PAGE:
The best way to make election predictions is to use polls, and as many as possible. While this may sound simple, in practice it is quite complicated. We have chosen to combine polls, taking three factors into account, one objective, two somewhat subjective. Clearly, polls with a larger sample space should be given more weight and we apply a weighting proportional to the sample size. Then there is the issue of age. Polls do get stale, so an aging formula is applied to deemphasize older polls. Finally, there is the issue of past performance. I look at how well each polling organization did in each state and apply a past performance factor. All three of the above factors are assigned individually to each poll when it is added to the list.

The prediction calculations use accepted statistical techniques combined with highly optimized algorithms, which in turn invoke special functions from mathematical physics (think Gauss, Chebyshev, and the incomplete gamma function for all you applied mathematicians out there). All of this is a nice way of saying that the results are accurate and that things run fast, very fast, but don't let that fool you -- there's a lot going on beneath the covers.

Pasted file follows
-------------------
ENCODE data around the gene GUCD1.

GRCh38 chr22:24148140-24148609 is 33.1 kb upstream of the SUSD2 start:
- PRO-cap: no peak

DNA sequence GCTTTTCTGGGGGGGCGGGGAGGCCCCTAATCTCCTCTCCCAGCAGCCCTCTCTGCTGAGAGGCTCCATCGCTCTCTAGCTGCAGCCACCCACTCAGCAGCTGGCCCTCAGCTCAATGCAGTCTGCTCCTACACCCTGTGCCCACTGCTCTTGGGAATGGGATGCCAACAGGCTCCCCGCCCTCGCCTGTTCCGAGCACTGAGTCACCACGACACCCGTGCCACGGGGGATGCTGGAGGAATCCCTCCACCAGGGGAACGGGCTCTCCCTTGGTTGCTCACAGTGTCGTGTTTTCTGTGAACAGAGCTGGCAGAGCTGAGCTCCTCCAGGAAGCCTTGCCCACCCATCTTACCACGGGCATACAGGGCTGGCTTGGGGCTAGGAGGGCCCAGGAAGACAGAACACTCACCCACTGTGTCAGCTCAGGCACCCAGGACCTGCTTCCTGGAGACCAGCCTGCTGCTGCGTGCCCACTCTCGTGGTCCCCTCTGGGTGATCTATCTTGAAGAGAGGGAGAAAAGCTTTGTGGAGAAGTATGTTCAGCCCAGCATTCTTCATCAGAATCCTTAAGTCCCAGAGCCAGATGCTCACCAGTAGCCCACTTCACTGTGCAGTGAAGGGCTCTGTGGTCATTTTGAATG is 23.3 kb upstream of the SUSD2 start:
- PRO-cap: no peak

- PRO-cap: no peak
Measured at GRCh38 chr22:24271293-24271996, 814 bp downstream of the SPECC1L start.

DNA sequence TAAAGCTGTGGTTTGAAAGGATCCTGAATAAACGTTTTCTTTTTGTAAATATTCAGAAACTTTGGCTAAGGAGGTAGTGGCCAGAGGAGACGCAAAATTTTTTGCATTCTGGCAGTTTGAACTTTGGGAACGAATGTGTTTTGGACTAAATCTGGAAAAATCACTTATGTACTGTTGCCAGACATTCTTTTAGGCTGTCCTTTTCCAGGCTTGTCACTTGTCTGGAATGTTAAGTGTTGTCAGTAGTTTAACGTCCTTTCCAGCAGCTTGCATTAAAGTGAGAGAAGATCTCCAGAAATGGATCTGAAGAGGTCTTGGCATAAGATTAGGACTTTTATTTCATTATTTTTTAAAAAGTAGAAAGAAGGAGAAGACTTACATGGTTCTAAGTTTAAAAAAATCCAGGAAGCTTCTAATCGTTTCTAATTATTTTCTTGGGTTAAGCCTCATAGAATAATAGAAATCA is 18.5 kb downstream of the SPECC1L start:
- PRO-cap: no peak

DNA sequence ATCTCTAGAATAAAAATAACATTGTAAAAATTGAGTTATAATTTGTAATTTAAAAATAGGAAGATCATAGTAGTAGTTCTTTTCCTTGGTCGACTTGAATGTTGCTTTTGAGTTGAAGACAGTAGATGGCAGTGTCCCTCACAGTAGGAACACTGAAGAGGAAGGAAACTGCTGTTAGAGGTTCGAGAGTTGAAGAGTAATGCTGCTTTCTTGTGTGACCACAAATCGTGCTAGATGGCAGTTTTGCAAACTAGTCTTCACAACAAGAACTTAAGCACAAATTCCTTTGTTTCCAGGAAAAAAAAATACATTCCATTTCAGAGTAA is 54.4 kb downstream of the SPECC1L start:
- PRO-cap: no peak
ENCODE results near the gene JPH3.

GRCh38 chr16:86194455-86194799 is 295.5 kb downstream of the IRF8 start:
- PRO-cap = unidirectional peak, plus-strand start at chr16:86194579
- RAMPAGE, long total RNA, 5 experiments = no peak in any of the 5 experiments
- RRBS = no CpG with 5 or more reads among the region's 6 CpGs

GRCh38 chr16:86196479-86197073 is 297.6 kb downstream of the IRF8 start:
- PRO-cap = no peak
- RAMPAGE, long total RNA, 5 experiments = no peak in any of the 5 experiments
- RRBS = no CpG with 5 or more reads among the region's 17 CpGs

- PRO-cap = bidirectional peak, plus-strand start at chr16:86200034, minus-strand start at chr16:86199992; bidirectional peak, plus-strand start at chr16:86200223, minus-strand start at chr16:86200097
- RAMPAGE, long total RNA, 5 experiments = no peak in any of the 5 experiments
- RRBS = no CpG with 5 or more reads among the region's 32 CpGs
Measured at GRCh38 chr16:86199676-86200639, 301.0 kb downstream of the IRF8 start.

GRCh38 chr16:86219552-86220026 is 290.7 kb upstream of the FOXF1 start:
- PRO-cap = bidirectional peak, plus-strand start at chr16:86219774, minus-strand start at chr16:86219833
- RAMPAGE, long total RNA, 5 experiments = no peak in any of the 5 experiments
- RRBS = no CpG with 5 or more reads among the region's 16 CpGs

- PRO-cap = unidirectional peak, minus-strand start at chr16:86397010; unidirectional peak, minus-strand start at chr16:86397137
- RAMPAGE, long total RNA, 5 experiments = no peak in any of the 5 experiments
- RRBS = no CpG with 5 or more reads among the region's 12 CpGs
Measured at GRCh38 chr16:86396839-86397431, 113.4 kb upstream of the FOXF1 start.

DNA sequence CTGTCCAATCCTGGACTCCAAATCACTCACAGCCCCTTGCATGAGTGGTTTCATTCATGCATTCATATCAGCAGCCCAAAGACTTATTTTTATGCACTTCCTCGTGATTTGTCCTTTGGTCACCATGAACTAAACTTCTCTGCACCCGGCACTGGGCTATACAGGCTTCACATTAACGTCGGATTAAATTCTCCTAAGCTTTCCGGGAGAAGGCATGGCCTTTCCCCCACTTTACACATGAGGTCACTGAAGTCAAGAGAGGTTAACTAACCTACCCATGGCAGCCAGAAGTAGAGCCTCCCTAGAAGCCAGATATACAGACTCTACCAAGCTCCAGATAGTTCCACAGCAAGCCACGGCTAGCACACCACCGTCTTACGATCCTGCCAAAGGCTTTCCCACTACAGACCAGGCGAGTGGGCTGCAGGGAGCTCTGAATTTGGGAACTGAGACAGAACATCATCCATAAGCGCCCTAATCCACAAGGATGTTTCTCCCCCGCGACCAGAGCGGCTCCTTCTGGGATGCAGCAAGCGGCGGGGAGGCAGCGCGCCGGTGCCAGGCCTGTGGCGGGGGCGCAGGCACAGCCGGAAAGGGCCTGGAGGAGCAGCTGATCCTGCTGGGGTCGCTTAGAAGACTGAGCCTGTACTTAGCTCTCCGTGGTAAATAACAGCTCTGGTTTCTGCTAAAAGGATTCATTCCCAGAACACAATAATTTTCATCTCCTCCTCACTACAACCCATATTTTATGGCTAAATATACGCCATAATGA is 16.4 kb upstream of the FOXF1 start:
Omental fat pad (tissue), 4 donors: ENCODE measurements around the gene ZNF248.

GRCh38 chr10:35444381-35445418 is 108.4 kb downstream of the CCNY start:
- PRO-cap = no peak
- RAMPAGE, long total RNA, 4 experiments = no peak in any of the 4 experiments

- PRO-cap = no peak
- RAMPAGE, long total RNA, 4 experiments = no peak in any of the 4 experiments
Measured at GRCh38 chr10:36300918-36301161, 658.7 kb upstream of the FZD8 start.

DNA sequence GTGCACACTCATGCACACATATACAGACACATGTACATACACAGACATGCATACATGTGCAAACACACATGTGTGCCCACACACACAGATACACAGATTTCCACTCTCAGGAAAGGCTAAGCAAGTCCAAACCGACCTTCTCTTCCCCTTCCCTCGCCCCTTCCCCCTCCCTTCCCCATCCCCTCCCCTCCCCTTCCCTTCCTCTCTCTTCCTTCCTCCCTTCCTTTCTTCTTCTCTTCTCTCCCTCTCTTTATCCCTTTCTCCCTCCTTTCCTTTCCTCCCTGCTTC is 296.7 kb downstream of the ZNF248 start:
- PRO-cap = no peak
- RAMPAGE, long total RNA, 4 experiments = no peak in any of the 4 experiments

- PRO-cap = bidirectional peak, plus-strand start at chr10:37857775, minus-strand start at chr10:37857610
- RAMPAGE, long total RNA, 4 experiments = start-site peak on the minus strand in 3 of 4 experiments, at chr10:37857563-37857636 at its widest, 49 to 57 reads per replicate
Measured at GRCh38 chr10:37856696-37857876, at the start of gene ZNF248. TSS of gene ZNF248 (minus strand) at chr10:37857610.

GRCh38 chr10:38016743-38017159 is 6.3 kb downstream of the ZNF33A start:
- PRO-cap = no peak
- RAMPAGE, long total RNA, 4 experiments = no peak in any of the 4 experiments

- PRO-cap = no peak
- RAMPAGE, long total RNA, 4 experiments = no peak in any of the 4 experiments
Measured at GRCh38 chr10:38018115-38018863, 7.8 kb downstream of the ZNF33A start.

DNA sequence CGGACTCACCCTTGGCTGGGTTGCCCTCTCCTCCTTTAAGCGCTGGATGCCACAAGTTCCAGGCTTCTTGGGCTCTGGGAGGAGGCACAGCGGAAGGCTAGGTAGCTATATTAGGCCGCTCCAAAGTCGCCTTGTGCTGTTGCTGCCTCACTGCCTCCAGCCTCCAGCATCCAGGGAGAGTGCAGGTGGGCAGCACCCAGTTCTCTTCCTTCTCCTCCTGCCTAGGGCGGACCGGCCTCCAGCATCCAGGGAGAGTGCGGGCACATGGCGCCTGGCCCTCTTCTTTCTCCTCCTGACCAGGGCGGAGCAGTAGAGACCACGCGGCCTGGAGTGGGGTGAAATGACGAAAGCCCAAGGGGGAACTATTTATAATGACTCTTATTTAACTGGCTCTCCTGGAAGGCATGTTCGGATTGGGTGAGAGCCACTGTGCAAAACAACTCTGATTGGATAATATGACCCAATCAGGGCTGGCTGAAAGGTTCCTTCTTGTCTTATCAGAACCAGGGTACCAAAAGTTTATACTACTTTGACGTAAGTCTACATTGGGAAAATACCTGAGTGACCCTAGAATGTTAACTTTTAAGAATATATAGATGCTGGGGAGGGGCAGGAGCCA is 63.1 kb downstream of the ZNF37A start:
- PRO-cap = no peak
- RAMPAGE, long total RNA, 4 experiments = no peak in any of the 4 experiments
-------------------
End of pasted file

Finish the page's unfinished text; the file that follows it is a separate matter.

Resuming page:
From the following list of polls for each state, choose as many as you would like to combine. You can get results for multiple states on each run and, within a state, you can use only the polls you wish to include in the calculations. Also, it is important to remember that each state is run independently of the other states, so that if you want to make a prediction for any state you can run with just polls from just that state or along with polls for other states.

One final note: Sometimes the sample size for a survey is unknown. In such cases a default, small size is assumed for calculational purposes and this is noted.